A few weeks ago I watched the film Restrepo. It’s a documentary about a platoon of US army soldiers in Afghanistan. Documentary doesn’t do justice to the film. It has no voice-overs. There’s no plot or point, per se. The film follows the soldiers from just before deployment, through their year-long tour at the most dangerous and remote outpost in Afghanistan (the Korengal Valley), to their departure from the country. The movie is a strange mix of Hurt Locker, Platoon, Three Kings, and Jarhead. What makes this movie different from any other I’ve seen, however, is that it is all real. This is filmed up close and personal. The camera was in the middle of everything. The gunfire is real. The bombs are real. When people die, they stay dead.
After the movie one of the directors (Tim Hetherington) and one of the main “characters” (Major Dan Kearney) got up on stage for an interview and Q&A. It was jarring to suddenly see the Major, in person and in civilian clothes, after having spent a year with him in Afghanistan. There were a few clear take-home messages.
- The main “accomplishment” of the platoon, which was much heralded, was the establishment of an outpost (named “Restrepo”, in honor of a fallen comrade) on a strategic hill, less than a kilometer farther down the valley than the main staging area. This past April, the hard-won outpost was abandoned.
- The (British) director went out of his way to commend the US military for allowing them full access. He claims that there was no editing or censorship of the film, and that the US military’s policies towards the media are better than any other nation with which he’s had experience, including Britain, Germany, and Russia.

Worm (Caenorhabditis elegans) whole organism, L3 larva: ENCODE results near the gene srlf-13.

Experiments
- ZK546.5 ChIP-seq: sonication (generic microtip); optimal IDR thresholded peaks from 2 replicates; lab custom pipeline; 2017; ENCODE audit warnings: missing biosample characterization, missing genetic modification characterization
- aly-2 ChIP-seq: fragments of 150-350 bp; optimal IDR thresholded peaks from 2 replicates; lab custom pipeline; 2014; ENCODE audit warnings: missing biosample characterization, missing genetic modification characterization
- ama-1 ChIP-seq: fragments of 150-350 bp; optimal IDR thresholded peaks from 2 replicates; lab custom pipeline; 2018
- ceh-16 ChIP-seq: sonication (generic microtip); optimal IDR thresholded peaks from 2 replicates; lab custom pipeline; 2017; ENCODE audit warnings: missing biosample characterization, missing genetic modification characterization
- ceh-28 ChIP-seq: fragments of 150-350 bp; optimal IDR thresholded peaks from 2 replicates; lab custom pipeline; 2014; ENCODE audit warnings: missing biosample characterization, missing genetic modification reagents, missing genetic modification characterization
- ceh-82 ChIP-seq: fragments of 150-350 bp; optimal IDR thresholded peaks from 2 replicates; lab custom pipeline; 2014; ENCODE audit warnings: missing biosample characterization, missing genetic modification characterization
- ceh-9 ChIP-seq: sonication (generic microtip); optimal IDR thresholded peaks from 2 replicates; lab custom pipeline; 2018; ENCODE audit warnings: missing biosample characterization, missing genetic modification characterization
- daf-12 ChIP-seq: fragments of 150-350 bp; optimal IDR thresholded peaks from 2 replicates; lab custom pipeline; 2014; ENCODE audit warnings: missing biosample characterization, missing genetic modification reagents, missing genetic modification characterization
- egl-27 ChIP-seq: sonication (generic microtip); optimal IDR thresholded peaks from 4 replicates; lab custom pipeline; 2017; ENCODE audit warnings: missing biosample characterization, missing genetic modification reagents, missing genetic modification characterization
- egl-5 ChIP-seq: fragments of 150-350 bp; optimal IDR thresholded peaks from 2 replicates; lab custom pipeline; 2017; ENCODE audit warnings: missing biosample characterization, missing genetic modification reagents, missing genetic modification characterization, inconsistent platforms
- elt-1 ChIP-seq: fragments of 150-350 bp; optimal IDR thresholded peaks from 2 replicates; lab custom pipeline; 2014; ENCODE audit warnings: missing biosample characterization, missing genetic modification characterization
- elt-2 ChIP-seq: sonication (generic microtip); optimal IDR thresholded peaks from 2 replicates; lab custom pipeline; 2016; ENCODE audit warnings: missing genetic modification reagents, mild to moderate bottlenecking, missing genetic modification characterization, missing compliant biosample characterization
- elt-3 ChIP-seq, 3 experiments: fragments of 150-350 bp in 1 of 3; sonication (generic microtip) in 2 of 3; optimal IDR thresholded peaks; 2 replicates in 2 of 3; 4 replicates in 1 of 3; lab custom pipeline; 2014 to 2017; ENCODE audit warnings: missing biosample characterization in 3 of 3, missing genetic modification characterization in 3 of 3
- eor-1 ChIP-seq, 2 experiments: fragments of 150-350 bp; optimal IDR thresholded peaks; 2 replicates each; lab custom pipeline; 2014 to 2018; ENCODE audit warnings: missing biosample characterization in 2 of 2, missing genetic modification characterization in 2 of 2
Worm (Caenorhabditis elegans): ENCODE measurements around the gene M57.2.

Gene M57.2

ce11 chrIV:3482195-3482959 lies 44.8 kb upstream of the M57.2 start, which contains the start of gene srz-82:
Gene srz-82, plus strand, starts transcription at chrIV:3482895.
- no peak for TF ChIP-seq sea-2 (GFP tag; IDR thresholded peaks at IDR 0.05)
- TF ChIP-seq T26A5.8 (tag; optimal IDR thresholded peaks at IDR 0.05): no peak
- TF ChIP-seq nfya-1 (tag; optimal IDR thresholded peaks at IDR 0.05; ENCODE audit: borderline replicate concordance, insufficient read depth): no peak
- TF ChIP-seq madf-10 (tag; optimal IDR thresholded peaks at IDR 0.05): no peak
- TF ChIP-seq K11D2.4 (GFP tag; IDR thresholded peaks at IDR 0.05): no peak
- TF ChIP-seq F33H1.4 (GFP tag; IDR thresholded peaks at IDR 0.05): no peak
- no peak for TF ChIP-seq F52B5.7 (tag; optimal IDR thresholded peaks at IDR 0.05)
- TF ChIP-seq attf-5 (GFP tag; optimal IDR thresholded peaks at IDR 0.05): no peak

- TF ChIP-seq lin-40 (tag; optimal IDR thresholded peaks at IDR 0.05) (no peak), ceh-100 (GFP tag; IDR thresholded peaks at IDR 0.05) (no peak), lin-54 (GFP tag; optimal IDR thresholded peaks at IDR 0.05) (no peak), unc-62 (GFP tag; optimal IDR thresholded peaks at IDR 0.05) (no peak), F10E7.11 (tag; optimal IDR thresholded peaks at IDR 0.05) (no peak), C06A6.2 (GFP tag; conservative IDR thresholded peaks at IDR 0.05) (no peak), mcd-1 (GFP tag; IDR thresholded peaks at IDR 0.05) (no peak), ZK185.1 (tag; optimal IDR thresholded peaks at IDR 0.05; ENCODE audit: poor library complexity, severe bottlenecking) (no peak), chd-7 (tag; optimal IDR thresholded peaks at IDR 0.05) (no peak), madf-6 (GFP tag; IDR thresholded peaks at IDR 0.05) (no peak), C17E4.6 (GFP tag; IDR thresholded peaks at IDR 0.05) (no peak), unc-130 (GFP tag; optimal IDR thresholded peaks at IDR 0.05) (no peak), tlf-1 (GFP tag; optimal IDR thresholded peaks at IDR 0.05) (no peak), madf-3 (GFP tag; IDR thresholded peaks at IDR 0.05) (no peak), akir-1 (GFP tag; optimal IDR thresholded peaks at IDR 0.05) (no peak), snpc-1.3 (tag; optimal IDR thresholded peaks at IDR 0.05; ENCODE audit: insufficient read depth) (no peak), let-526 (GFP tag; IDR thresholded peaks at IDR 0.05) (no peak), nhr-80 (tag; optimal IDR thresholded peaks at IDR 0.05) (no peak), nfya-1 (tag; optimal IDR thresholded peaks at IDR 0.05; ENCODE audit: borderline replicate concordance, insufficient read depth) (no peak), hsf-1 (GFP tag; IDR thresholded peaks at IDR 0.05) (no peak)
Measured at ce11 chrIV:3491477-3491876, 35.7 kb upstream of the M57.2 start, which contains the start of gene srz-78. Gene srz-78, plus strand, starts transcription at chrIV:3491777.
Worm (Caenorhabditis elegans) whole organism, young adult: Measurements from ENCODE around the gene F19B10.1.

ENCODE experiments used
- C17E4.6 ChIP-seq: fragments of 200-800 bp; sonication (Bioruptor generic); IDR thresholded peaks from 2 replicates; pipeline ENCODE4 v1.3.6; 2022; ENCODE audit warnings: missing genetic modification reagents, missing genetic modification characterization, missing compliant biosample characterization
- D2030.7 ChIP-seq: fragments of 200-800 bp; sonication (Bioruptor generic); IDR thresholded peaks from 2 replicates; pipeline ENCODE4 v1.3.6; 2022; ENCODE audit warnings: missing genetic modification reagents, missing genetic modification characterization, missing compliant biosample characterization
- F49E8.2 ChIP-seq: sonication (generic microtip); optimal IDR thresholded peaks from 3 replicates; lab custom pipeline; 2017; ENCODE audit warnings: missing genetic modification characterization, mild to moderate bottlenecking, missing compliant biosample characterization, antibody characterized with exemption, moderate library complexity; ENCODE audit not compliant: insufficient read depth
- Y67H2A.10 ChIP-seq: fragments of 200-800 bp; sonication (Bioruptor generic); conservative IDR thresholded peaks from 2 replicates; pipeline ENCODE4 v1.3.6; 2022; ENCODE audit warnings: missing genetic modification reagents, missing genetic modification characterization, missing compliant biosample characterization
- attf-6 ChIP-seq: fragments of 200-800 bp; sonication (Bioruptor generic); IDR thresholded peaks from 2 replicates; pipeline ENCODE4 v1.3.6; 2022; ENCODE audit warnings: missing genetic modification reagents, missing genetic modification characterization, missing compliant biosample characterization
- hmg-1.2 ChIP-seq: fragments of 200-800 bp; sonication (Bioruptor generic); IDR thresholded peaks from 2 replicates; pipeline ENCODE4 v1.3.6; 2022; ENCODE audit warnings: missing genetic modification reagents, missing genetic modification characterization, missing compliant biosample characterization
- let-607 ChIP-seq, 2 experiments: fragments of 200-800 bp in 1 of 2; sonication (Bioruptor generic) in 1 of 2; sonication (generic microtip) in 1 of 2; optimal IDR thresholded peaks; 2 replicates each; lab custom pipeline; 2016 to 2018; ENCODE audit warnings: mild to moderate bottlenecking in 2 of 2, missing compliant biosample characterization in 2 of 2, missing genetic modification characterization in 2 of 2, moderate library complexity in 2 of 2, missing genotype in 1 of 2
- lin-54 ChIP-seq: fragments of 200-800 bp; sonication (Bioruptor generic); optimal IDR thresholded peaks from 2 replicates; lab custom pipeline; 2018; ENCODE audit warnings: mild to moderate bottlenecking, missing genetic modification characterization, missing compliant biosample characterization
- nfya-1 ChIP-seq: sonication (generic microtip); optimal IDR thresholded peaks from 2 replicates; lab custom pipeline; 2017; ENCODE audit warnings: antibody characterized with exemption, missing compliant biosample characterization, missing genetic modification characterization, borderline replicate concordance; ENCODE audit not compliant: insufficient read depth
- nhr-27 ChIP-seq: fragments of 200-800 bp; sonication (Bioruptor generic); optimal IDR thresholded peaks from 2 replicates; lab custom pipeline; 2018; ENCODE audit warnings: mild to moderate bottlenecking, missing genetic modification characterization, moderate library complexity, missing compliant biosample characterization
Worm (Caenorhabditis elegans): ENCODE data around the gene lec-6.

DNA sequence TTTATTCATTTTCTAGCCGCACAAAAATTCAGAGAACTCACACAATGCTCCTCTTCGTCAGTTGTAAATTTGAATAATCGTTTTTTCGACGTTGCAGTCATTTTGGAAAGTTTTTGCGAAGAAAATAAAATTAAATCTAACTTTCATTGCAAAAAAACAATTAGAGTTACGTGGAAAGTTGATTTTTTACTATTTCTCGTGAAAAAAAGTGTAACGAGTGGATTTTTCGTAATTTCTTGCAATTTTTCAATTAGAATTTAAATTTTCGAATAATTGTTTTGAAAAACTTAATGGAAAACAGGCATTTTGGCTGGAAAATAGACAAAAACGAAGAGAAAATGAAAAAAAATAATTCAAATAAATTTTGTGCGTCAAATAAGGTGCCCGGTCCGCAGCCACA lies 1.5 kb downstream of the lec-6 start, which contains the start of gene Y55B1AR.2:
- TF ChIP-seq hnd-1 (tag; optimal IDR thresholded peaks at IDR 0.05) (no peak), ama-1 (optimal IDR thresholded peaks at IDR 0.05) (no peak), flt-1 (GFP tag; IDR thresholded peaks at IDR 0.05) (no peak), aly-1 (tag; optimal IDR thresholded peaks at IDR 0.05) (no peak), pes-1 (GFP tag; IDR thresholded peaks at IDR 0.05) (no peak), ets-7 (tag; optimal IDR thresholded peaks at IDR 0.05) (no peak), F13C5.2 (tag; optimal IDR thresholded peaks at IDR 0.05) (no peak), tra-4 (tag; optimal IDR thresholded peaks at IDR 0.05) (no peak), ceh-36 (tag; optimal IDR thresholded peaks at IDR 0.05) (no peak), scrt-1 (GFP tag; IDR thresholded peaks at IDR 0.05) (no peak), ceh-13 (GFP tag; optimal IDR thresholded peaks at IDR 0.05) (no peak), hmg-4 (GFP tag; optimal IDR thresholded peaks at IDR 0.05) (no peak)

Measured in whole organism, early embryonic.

- There are scenes showing marines discussing issues with
AfghaniAfghan elders, and it is entirely apparent that neither side trusts the other. The marines simply do not belong in the valley. They are not welcome. They are not wanted. It is unclear what is being accomplished. And lives are at stake.
One of the most poignant moments of the evening was the last question. A woman (who in many ways was the quintessential representation of Santa Fe) asked (in a fairly emotional tone) how the Major lives with himself, knowing that he has killed Afghan children (as we had just witnessed on screen). The woman argued that the life of a soldier is not “as valuable” as that of a child, and that she was disturbed by their disregard for young Afghan lives. The Major’s answer was clear and unapologetic. He has no trouble sleeping at night, and he feels good about whom he sees in the mirror. His job is to protect his soldiers. He agonizes about decisions that may involve “collateral” damage (e.g., ordering a helicopter strike on a house), but his job and duty was to try to make the valley safe. In the long-run the goal was to allow a road to be built through the valley, thereby bringing more economic development, and making it a safer and healthier place for the civilian population to live. He did the best he could to make this happen at minimal cost. But it is war, and casualties are inevitable.
The film leaves one with a feeling that the whole situation is hopeless. Why are we still there? The director, a self-described “left-leaning liberal”, urged against a knee-jerk reaction and in favor of a deliberate approach, where the consequences of our actions are anticipated. He pointed out that the 17,000 civilian deaths to date in Afghanistan are significantly less than the 400,000 deaths estimated from Taliban rule, and a tiny fraction of the million deaths which resulted from the Soviet invasion. If we abruptly pick up and leave, the country will no doubt plunge back into civil war and Taliban rule, and things will get much worse for much of the civilian population. Instability in the region will, eventually, impact the developed world, even those of us sitting in cozy movie theaters. So what is to be done?